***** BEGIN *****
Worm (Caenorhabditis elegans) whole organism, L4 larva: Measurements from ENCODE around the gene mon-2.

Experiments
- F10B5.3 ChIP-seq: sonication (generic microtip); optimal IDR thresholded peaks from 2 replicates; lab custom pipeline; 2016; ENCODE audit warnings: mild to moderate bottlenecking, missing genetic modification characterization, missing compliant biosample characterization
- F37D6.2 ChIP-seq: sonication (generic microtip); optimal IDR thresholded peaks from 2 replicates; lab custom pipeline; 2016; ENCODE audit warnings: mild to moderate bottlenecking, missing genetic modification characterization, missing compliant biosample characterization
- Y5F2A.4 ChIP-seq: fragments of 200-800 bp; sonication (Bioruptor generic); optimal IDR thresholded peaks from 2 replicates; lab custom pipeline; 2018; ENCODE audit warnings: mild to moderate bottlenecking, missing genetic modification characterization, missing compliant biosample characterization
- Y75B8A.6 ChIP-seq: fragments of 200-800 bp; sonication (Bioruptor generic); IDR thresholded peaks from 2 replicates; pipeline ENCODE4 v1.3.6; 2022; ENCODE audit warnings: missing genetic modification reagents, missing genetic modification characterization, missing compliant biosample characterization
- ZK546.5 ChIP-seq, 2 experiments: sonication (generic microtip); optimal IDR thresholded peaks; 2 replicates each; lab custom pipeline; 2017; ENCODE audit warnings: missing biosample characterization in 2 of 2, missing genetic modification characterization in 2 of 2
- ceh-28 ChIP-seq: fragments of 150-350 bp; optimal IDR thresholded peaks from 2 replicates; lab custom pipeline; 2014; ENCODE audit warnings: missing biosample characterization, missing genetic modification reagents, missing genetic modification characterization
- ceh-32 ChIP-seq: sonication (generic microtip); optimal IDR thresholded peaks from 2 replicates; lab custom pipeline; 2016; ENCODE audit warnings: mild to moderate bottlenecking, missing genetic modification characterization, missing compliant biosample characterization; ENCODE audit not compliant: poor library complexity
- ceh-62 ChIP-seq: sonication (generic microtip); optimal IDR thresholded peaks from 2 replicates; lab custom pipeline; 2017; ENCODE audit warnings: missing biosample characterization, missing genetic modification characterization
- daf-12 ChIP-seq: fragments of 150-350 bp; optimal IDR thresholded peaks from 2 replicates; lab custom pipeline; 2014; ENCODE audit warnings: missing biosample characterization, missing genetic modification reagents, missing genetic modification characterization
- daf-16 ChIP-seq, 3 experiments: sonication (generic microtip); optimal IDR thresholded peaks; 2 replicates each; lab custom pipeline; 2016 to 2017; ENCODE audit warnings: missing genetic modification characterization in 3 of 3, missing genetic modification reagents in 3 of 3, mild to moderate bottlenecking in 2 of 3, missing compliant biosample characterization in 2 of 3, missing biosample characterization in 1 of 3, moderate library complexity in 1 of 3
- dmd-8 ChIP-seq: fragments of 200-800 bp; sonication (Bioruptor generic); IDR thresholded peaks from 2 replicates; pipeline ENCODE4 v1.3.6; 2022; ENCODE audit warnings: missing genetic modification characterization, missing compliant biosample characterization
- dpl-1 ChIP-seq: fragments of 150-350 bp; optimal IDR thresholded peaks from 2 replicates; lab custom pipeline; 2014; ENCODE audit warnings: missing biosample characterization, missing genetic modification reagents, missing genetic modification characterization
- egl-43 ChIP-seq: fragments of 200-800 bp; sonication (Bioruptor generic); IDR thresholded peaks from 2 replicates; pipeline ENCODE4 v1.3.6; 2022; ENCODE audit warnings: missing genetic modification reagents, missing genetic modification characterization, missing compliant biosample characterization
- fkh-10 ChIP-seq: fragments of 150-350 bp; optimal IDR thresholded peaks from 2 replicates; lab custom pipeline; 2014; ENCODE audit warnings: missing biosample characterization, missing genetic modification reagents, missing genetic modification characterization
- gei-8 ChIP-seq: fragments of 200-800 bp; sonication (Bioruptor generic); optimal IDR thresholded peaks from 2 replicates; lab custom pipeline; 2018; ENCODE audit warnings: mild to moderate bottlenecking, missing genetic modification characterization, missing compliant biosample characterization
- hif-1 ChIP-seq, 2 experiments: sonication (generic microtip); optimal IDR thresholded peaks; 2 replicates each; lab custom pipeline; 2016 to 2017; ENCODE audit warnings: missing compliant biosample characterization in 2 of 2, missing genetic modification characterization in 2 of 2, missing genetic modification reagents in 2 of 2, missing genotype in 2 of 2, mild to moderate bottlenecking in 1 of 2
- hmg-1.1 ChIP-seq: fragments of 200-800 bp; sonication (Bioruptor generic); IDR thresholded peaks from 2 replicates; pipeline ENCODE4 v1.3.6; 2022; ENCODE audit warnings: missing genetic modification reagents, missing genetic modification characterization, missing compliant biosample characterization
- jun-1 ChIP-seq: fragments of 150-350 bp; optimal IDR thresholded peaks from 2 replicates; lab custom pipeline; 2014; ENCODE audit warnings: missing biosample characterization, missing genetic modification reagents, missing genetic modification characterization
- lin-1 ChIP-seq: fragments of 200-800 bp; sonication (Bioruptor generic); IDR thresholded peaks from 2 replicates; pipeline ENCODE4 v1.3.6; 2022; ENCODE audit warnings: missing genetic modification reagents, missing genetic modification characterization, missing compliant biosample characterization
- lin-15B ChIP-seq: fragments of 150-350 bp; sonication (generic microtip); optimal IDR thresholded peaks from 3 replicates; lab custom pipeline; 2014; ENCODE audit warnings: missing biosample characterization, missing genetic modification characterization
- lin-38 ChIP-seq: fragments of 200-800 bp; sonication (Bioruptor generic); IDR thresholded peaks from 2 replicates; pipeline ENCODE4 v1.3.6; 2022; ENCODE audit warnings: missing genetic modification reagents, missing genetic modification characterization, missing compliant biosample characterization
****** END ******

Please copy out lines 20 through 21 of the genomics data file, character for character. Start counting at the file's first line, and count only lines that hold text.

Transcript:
- jun-1 ChIP-seq: fragments of 150-350 bp; optimal IDR thresholded peaks from 2 replicates; lab custom pipeline; 2014; ENCODE audit warnings: missing biosample characterization, missing genetic modification reagents, missing genetic modification characterization
- lin-1 ChIP-seq: fragments of 200-800 bp; sonication (Bioruptor generic); IDR thresholded peaks from 2 replicates; pipeline ENCODE4 v1.3.6; 2022; ENCODE audit warnings: missing genetic modification reagents, missing genetic modification characterization, missing compliant biosample characterization